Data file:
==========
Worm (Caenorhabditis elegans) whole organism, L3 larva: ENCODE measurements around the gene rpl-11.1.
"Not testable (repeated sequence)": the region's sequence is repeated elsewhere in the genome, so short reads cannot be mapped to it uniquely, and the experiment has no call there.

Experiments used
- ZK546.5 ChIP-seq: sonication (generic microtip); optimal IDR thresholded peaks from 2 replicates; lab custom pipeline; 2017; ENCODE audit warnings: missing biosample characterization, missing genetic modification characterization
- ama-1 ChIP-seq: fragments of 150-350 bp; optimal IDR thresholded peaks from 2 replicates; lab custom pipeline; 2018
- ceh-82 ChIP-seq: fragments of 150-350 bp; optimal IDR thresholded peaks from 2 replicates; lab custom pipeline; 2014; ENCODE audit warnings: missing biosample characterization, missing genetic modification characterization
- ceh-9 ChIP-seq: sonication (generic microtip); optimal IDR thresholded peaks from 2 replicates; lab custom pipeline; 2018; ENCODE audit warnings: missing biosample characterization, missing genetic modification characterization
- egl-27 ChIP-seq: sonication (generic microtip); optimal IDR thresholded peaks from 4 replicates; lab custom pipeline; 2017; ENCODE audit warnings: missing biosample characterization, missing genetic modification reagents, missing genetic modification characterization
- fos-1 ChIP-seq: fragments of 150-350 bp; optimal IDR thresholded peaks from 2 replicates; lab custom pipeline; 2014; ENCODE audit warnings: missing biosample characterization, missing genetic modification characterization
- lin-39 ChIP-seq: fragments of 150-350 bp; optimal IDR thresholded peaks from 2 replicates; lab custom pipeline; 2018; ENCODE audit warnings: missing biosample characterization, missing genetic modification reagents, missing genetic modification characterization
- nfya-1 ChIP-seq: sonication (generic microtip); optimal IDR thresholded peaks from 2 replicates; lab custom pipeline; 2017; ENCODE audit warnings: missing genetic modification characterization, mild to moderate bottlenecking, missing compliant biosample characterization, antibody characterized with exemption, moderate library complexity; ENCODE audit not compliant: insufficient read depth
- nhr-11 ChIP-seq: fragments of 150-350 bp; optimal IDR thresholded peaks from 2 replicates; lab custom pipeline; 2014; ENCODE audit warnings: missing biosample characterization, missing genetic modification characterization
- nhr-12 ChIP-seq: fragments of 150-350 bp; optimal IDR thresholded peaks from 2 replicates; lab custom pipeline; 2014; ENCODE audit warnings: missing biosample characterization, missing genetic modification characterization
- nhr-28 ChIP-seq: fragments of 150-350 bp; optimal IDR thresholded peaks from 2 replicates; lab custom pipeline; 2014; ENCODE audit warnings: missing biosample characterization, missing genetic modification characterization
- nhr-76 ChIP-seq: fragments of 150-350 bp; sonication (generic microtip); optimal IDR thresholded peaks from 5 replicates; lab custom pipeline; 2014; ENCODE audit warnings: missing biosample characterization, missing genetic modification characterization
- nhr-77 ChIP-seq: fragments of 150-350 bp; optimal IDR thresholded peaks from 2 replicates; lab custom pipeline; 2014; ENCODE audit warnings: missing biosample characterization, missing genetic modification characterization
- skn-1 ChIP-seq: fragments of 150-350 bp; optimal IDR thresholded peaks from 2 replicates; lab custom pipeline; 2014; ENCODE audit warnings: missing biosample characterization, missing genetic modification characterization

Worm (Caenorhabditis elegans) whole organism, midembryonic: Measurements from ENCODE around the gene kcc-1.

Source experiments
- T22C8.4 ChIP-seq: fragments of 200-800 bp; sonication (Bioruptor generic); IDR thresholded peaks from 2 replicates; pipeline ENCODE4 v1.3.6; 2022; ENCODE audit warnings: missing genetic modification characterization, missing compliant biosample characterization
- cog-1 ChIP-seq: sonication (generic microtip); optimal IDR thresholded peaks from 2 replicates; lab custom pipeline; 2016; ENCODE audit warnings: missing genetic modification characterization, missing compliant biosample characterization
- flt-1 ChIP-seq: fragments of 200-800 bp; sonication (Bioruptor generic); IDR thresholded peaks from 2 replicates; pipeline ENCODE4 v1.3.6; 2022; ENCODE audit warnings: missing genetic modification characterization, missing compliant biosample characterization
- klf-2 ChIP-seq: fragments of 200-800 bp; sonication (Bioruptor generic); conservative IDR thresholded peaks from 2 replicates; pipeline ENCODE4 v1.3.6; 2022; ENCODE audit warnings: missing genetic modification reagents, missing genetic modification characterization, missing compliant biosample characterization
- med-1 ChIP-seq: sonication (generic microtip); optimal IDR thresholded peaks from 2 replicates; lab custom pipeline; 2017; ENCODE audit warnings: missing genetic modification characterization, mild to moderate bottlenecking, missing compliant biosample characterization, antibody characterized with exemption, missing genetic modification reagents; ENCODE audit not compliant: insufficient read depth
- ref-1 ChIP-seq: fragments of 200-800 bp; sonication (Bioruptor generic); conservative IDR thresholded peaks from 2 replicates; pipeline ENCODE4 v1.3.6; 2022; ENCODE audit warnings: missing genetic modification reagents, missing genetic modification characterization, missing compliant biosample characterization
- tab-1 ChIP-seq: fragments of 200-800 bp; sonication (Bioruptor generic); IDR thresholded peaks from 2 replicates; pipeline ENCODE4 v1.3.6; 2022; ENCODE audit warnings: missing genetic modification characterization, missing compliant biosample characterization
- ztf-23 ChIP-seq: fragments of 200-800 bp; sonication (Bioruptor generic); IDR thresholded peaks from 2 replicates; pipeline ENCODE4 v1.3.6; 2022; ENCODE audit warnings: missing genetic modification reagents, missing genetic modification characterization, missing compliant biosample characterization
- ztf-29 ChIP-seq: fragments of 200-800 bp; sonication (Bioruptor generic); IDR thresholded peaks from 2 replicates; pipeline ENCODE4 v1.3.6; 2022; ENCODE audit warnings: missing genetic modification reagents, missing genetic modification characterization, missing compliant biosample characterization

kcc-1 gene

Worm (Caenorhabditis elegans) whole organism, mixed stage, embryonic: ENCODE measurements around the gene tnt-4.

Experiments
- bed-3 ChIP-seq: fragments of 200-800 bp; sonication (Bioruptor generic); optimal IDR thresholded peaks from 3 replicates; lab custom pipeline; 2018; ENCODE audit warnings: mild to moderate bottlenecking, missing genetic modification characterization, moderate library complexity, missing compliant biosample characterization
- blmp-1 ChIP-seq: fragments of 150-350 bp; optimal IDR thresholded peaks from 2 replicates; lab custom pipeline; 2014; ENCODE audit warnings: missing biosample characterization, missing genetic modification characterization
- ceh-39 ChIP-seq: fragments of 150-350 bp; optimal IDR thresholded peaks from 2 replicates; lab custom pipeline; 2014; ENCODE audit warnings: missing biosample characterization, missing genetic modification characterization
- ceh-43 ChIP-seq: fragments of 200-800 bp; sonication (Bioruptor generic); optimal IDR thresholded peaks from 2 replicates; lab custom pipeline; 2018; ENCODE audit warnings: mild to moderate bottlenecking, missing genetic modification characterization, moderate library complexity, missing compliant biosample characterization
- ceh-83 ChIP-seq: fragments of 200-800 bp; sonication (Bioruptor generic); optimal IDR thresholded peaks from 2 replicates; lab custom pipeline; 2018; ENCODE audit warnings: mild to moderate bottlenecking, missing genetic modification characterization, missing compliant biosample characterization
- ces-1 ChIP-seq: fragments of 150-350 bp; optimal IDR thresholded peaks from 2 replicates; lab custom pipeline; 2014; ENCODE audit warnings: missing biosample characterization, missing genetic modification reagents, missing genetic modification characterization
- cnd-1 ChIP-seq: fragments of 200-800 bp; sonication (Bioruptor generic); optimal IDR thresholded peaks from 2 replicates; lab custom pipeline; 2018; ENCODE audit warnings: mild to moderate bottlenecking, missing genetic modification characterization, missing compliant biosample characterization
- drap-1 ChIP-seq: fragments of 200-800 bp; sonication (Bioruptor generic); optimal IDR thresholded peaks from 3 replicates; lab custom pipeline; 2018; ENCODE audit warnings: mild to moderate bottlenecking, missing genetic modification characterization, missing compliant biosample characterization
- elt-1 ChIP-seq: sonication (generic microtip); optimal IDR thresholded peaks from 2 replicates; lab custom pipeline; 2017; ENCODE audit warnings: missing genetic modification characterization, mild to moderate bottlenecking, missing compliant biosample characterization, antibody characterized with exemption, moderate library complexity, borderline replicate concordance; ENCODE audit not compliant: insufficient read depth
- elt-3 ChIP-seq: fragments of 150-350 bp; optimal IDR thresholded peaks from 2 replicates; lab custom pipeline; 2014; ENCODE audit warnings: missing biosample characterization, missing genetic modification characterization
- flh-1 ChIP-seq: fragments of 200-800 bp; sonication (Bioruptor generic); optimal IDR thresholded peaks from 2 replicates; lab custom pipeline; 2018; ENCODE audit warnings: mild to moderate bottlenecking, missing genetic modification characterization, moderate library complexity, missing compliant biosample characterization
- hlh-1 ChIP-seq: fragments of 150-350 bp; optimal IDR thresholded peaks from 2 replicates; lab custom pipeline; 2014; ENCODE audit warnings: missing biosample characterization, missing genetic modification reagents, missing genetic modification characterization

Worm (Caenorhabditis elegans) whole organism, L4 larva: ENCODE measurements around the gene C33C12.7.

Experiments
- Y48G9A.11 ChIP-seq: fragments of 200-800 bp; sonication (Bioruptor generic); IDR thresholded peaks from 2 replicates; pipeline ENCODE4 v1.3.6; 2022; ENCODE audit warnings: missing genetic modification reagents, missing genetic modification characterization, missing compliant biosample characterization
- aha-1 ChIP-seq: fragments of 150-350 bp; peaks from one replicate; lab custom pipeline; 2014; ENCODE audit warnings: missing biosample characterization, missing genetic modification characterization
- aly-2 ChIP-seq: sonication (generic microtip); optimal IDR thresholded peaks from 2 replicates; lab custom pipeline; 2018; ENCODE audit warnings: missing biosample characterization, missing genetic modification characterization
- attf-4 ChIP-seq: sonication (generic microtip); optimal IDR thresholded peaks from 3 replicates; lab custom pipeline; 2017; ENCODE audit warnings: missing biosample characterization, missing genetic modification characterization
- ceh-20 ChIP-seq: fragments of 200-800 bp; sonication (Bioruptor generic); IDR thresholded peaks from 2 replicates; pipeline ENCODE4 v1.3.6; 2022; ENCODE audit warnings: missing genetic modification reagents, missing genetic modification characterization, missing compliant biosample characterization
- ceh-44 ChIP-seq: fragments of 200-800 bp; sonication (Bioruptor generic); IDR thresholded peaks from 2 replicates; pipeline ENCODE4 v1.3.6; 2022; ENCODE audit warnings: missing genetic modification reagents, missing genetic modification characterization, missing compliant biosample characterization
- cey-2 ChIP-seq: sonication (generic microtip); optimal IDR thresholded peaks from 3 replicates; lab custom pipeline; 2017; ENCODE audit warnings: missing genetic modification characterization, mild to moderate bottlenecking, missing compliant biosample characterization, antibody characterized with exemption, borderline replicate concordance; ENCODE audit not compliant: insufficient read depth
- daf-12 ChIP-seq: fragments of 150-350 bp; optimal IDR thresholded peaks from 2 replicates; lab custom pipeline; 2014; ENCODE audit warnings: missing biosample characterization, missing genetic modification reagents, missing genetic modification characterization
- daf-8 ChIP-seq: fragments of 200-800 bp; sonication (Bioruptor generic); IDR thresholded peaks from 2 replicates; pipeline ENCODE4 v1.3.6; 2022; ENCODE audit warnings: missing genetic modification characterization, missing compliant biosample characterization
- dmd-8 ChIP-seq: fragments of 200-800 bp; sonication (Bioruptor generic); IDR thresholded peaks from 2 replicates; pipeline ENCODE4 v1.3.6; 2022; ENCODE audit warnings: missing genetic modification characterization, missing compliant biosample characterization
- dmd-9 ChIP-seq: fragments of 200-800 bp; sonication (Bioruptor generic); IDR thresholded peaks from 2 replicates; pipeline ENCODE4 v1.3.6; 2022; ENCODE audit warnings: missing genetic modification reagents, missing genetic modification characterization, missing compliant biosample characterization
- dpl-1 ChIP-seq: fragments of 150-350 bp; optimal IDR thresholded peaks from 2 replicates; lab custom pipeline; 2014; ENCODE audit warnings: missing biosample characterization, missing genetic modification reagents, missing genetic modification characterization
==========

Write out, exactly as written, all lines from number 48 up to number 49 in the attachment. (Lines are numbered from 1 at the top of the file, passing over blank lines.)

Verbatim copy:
- aly-2 ChIP-seq: sonication (generic microtip); optimal IDR thresholded peaks from 2 replicates; lab custom pipeline; 2018; ENCODE audit warnings: missing biosample characterization, missing genetic modification characterization
- attf-4 ChIP-seq: sonication (generic microtip); optimal IDR thresholded peaks from 3 replicates; lab custom pipeline; 2017; ENCODE audit warnings: missing biosample characterization, missing genetic modification characterization